AuThursday – Tali Spencer

Please welcome fellow Resplendence author Tali Spencer.  So Tali, how long have you been writing?

Forever! J I won a poetry contest for children when I was 7 and started writing novels when I was 13 years old. I published my first novel when I was 22, but while raising my children I took a long break during which I didn’t try to get anything published. Even then, I was writing: novels and stories, public relations material, academic papers, and medical articles. I wrote campaign literature! Now I’m writing fiction again full-time and loving it. But how long have I been writing? All of my life.

Q: To date which of your books was the hardest to write and why?

 The hardest book to write is always the book I’m writing now. I’m so totally focused on it every problem seems magnified. I think I’ll never beat them down.  It’s like wrestling giants. After a book is finally written, I’m exhausted. Thank goodness I think editing is fun.

 Q:  When you are writing, who is in control? You or your characters?

 Me. Always me. I’m a control freak. That said, my process for writing is to follow my characters. I give them enormous freedom, perhaps too much, because occasionally they won’t go where I want them to go. Now I know I can force them to do whatever I want. I’ve done that at times, however much they dislike it. But sometimes they suggest a path I didn’t originally anticipate, and it’s a better path! In Captive Heart, I originally intended Julissa’s family (except for her conniving brother) to be loving and warm, but her father turned out to be a cold bastard. He was better that way and I embraced him. He’s a wonderful villain in Dangerous Beauty, where he is abusive to his son who has to hide that he’s gay.

 Q:  Who has had the most influence on your writing?

 My husband. Sounds strange, right? But it’s true! He’s been my biggest fan ever since I first showed him one of my stories, and he told me years ago I should write romance. I started out writing science fiction and fantasy, but I love the passion and intimacy of romance and he saw that. He’s also a wonderful editor and has helped me rein in my tendency to overwrite. In terms of who I admire as a writer, that would be Ursula LeGuin. Her prose is luminous.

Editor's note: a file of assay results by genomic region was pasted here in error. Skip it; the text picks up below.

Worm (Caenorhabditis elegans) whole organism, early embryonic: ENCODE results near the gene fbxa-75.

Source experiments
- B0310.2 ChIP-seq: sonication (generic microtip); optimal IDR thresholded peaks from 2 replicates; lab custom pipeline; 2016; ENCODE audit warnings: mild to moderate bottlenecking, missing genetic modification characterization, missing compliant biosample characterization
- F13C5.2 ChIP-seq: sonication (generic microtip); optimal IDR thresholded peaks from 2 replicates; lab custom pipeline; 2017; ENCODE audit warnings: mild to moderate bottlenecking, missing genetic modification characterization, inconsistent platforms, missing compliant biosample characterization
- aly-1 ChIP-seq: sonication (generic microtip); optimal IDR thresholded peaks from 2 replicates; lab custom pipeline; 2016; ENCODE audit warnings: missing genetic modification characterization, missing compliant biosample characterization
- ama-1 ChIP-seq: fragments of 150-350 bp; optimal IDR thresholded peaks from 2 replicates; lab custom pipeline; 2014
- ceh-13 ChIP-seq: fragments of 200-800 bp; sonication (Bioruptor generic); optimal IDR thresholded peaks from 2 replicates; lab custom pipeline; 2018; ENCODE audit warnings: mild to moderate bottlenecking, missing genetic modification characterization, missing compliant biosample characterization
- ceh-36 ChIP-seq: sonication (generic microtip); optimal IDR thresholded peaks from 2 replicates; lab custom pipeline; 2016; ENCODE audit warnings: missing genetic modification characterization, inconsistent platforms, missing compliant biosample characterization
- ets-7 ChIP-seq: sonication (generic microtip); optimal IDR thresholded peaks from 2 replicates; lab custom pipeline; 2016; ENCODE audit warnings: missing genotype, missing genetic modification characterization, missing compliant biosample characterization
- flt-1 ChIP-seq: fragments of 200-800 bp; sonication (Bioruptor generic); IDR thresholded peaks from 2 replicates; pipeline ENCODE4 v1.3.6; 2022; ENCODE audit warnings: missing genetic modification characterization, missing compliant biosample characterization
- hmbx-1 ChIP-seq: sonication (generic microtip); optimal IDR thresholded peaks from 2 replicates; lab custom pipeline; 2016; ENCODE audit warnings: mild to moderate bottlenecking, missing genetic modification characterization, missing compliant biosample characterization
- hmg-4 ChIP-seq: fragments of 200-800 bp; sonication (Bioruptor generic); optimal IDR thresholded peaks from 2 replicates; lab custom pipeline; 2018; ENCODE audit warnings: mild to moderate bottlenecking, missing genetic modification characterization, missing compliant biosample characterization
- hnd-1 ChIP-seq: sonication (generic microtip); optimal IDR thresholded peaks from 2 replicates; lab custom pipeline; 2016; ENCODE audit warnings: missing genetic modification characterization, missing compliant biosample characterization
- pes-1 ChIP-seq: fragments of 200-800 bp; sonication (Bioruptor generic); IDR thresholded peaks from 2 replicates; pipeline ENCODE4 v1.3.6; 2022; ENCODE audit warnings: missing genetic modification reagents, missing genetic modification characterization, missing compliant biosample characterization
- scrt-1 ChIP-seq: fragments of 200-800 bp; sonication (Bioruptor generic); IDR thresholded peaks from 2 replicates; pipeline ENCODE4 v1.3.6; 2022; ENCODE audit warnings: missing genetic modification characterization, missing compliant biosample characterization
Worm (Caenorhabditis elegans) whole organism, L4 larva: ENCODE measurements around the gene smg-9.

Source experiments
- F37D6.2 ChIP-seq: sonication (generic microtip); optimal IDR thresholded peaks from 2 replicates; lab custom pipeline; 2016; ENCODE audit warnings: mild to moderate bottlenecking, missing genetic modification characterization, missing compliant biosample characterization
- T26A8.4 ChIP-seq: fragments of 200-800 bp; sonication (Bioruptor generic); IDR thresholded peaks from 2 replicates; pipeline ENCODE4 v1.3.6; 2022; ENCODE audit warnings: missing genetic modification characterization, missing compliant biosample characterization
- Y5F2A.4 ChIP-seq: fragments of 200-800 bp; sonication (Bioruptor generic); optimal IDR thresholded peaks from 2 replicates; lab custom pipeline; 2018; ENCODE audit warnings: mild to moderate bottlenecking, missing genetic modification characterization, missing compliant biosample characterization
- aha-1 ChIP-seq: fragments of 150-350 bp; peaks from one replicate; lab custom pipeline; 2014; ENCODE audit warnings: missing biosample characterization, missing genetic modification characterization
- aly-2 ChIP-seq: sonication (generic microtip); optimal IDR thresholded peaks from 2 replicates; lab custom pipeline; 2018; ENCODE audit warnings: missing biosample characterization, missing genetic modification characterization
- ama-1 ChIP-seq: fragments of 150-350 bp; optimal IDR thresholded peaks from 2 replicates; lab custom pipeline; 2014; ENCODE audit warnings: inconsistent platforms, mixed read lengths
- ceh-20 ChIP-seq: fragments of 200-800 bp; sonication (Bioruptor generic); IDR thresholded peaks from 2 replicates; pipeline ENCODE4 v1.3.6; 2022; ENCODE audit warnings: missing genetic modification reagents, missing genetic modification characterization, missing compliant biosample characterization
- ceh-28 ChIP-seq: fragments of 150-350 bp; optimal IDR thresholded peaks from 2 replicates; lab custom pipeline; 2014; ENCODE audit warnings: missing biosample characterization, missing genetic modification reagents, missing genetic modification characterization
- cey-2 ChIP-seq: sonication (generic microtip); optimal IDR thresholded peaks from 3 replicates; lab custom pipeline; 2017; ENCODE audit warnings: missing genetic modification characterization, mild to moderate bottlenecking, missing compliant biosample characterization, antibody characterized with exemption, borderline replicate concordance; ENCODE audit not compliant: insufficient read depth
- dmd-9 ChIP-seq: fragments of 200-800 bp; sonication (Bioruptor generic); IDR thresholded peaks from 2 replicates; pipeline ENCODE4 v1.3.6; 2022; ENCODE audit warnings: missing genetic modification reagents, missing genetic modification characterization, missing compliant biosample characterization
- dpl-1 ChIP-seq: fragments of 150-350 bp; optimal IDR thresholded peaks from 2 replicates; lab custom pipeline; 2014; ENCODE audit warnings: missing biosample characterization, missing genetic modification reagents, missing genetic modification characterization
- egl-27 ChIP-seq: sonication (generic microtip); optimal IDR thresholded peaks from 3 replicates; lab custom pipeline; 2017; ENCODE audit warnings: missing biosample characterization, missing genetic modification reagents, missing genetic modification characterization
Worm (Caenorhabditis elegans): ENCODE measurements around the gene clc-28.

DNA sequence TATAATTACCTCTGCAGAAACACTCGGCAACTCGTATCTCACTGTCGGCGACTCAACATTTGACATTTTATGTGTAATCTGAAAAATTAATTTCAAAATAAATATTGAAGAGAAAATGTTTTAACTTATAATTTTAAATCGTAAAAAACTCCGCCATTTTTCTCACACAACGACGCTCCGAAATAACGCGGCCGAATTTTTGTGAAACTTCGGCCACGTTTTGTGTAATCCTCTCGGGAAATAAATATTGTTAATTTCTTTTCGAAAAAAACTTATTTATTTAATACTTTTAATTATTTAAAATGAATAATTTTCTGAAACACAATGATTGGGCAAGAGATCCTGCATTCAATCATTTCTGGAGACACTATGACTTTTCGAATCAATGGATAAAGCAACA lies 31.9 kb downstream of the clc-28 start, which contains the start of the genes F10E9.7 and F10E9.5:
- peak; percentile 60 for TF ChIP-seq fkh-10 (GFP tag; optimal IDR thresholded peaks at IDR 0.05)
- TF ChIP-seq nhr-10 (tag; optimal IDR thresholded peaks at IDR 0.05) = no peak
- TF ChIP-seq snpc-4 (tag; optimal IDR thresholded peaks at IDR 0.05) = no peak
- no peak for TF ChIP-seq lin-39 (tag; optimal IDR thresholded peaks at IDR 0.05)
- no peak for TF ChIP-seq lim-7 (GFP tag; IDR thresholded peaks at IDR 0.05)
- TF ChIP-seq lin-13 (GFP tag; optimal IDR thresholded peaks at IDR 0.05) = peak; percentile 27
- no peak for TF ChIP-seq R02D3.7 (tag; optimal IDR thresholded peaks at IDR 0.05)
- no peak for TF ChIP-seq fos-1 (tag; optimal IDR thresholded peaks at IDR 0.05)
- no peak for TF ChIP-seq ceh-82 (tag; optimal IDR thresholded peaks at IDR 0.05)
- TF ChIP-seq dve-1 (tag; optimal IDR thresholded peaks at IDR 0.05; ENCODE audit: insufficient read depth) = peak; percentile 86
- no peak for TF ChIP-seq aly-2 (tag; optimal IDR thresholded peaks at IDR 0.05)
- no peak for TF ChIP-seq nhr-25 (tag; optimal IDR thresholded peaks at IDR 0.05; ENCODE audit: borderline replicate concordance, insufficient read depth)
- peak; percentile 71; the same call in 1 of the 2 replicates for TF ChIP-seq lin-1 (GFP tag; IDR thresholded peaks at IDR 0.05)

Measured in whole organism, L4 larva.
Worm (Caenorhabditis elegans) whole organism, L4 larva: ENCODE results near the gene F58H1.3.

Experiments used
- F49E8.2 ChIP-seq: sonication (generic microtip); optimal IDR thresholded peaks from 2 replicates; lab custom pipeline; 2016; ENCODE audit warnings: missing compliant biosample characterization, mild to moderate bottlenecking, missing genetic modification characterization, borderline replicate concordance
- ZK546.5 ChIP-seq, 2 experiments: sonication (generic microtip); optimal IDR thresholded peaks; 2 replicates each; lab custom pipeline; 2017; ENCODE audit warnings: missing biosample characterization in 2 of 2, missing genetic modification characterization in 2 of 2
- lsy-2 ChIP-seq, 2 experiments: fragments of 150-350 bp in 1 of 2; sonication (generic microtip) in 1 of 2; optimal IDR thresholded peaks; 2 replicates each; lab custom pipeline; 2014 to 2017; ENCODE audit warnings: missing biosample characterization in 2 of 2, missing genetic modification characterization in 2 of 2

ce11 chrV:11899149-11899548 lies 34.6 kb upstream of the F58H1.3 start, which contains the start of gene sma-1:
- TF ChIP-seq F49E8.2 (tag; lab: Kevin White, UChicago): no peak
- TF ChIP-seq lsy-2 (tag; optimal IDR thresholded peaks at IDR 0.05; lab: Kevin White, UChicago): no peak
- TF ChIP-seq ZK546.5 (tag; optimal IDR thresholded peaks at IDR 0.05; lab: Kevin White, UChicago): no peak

Q:  Have you had any “ah ha” moments as a writer?

 I have them all the time! I will see two characters together and realize I have a new pair to write about. Or a character will say something unexpected and I go “Ah-ha!” because they’ve just generated a new plot point or personality trait that I can make into something special. Often my moments are subtle things about how I can link characters and scenes thematically. That happened a lot in Dangerous Beauty, where I linked celestial mechanics to religion and sex.

 Q:  What advice do you have for other writers?

 Write. Just write. Don’t worry about getting your story published. Don’t worry about reviews of your recently published book. Just write the story you want to read. Take chances and trust your gut. On a more practical note, though: if you want to publish, make an effort to learn the business. Because it is a business and it pays off in spades to know as much as you can about the ins and outs.

 Q:  What do you find the most difficult aspect of this business we are in?

Every author will probably have a different answer to this one. For me, it’s promotion. I’m painfully shy and terribly respectful of other people, so I hate putting myself out there and saying, “Look at me. Please read this book. Give it a chance.”  I have a blog, and I really enjoy doing that, because people choose to visit it, so I do my best to make it interesting with free stories and fun posts. I also love going to conventions and talking directly to people. Go figure, right? I love meeting people, just not popping up on them asking for their time. You won’t find me spamming people on Twitter and Facebook. I shy away from tooting my own horn.

 Q:  What drew you as a writer to the M/M genre of erotic romance?

 I love romance in all its forms. My first book with Resplendence, Captive Heart, was a male/female romance. The second book in the series, Dangerous Beauty, has just been released and is M/M. It deals with the heroine’s brother. What I love about M/M is that I get to write about two heroes. I adore writing about men and the way they interact with each other. Men falling in love with other men is almost always against the societal norm, so as a writer I get to create not just the relationship but the social fabric in which it takes place. That’s why the Uttor books are special to me, because I move between pairings to show how all the brothers and sisters find love in a society torn by war and different religions.

 Q:  What is on tap for the rest of 2013?

 I am finishing the third Uttor book, about Gaspar’s sister Adora and her romance with Vallmer, a prince who desperately needs an alliance to save his beleaguered country. Problem is… she’s pregnant. I’m having fun writing about a relationship where going to bed with the heroine isn’t the foremost thought in the hero’s mind, at least not at first. He falls in love with her before he falls into lust. I’m also writing the fourth book, about Peta, the youngest brother and his romance with an Uttoran general, Darius. Besides the Uttor books, I’m working on a science fiction novel and a fantasy. And I have a M/M sword and sorcery buddy novel on submission about which I hope to hear something soon.

 Q:  Where can readers find you on the World Wide Web?

I’m pretty easy to find.  My blog:

 My author page. 

My Goodreads author page.

I’m on Facebook

and Twitter

And my email:

Please join me on Saturday when we read an excerpt from “Dangerous Beauty”